In selling, there’s a ready-made metric to determine whether a seller is performing or not. Quotas are set, sales are made, and a simple comparison lays out whether the seller is above, at, or below the expected performance level. For many sales organizations, that’s all there is to it.
When the measure of a seller’s performance is that cut-and-dried, the numbers do all the work. Sellers who underperform for any length of time are let go. Sellers who attain or exceed their goals are rewarded with commissions, special incentives and additional opportunities. At times, the sellers who excel and make their numbers leave a path of destruction in their wake both internally and externally. But since they are the top performers, sales managers turn a deaf ear to those complaints.
There is a better way of gauging a sales rep’s performance and of setting expectations for sellers. It involves looking at more than the quota number and how the seller delivers on that number. For that reason alone, many sales organizations reject this approach. It’s too much work.
This box model illustrates a more comprehensive look at what a seller should do in service of his customers and his company. This is known as “getting the right results the right way.”
Getting the right results remains an imperative. The right results includes (and may be limited to) reaching sales targets. No one who consistently misses goals should expect to stay in a sales position. Companies need the sales numbers built into those goals in order to deliver on shareholder expectations.
But when a company adds “right way” to “right results” and sets expectations accordingly, there are big benefits. First, a seller has a clear picture of HOW to achieve what is expected. Second, by putting into context those expectations, a sales manager has an ability to assess performance on multiple levels. So when a top performer hits their numbers but does so without regard for deadlines, proper protocols, respect for co-workers and support departments, or without ethics, there is more to talk about than “but she’s our top performer.” Finally, the “right way” protects the company’s image and ensures long-term customer satisfaction.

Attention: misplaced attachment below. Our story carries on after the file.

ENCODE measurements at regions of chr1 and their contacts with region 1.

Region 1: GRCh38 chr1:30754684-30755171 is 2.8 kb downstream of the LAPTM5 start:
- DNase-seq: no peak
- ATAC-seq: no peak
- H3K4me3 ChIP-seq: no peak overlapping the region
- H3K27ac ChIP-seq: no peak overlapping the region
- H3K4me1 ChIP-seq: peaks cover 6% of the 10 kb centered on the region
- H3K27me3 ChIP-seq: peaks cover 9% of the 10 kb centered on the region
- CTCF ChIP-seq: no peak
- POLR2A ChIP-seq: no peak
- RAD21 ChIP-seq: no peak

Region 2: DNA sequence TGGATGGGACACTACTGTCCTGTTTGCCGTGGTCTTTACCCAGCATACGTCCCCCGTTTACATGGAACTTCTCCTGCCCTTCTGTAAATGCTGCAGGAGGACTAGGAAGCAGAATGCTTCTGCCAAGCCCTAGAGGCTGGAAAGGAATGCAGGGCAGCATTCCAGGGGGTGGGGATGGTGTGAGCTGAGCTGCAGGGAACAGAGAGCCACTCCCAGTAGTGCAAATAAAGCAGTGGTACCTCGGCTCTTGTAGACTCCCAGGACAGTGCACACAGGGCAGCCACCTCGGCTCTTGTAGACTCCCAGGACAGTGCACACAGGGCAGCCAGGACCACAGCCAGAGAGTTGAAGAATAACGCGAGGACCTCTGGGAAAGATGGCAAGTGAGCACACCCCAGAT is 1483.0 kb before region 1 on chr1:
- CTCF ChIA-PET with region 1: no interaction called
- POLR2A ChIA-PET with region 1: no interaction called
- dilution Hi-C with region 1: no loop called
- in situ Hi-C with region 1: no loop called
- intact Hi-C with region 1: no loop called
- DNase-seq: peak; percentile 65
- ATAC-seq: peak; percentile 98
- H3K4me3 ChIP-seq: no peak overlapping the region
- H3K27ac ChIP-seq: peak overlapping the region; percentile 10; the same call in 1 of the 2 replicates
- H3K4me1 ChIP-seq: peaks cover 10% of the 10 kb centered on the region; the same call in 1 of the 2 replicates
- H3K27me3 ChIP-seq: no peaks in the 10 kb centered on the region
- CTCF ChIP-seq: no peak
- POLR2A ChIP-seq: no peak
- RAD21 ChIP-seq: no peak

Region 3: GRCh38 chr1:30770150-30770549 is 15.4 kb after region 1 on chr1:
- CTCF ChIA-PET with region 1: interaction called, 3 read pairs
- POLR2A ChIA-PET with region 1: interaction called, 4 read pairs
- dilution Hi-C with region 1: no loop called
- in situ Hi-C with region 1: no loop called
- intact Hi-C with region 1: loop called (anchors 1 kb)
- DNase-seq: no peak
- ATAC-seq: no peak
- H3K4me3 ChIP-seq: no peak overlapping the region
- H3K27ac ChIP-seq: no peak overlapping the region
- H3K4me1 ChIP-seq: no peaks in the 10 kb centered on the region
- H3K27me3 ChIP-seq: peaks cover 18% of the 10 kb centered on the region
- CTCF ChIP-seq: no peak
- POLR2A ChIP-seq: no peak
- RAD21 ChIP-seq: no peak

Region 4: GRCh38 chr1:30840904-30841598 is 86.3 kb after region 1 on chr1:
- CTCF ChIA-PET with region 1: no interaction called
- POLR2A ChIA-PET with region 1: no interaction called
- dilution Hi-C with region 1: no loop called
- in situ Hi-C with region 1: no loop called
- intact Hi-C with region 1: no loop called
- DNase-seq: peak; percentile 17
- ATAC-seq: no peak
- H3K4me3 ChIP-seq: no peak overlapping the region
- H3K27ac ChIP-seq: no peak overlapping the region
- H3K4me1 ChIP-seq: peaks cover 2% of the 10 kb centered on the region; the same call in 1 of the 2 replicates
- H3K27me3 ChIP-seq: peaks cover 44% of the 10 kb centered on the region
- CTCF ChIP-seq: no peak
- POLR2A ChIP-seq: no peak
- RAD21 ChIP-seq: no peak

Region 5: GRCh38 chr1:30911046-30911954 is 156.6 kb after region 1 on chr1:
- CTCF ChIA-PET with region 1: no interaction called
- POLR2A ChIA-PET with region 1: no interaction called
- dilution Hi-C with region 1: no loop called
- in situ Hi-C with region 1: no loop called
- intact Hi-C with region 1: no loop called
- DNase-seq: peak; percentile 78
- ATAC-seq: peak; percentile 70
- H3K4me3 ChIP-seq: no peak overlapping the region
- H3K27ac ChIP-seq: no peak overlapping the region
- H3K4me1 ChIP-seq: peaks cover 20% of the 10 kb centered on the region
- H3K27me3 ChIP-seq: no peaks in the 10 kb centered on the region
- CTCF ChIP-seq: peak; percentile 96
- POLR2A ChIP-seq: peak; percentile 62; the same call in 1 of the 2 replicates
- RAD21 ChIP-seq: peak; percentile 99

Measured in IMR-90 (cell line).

What is the “right” way? Each sales organization should define that very specifically. It would include how customers are to be treated, what the ground rules are for internal handoffs, how the company is to be represented, what the ethical boundaries are, and what sales processes or tools are to be used. The “right way” may also include standards for pricing, contracts, legal issues, and so on.
Once the sales team knows how their organization defines both “right results” and “right way,” they will have a newfound sense of clarity. They will feel that they’ve been pointed in the right direction. They will appreciate having standards that go beyond the latest sales numbers. And if there are issues with internal competition or perceived abuses of support department personnel, defining “right way” will also enable the team to work together more cooperatively.
The box model gives sales managers a nifty new tool to assess members of their team, too. With this, a sales manager now has four categories rather than two for identifying where a salesperson currently is. Without “right way,” all the manager had to go by was "did meet" or "did not meet" quota. The rest of the story was missing.
With the addition of “right way,” the four choices are “Wrong Results, Right Way” (upper left hand corner), “Right Results, Right Way” (upper right hand corner), “Wrong Results, Wrong Way” (lower left hand corner), and “Right Results, Wrong Way” (lower right hand corner). Each of these choices provides much more to consider than just whether or not someone reached goal. One by one, you’d consider:
Wrong Results, Right Way – Here’s someone who’s trying and will, most likely succeed in time. When you do things the right way it should lead to the right results. A manager should coach and support this seller.
Right Results, Right Way – This is the true superstar of the team. A manager should celebrate the seller’s success in making goal AND highlight the ways this seller goes about doing business.
Wrong Results, Wrong Way – This one is a no-brainer. Can an organization afford to keep this type of seller around? If corrective measures don’t result in a quick turnaround, managers should take action.
Right Results, Wrong Way – This is the one that causes resentment when recognized or rewarded. Managers should be careful about the message they send when they ignore how things were done and focus solely on the results. Too much of this impairs the organization’s long-term effectiveness.
As a seller, you may wish to consider which “right ways” could help you achieve results and/or would serve your organization well. Focusing on the right results as well as the right ways makes you a keeper.
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Editor's Note: This post was originally published September 2012 and has been recently updated.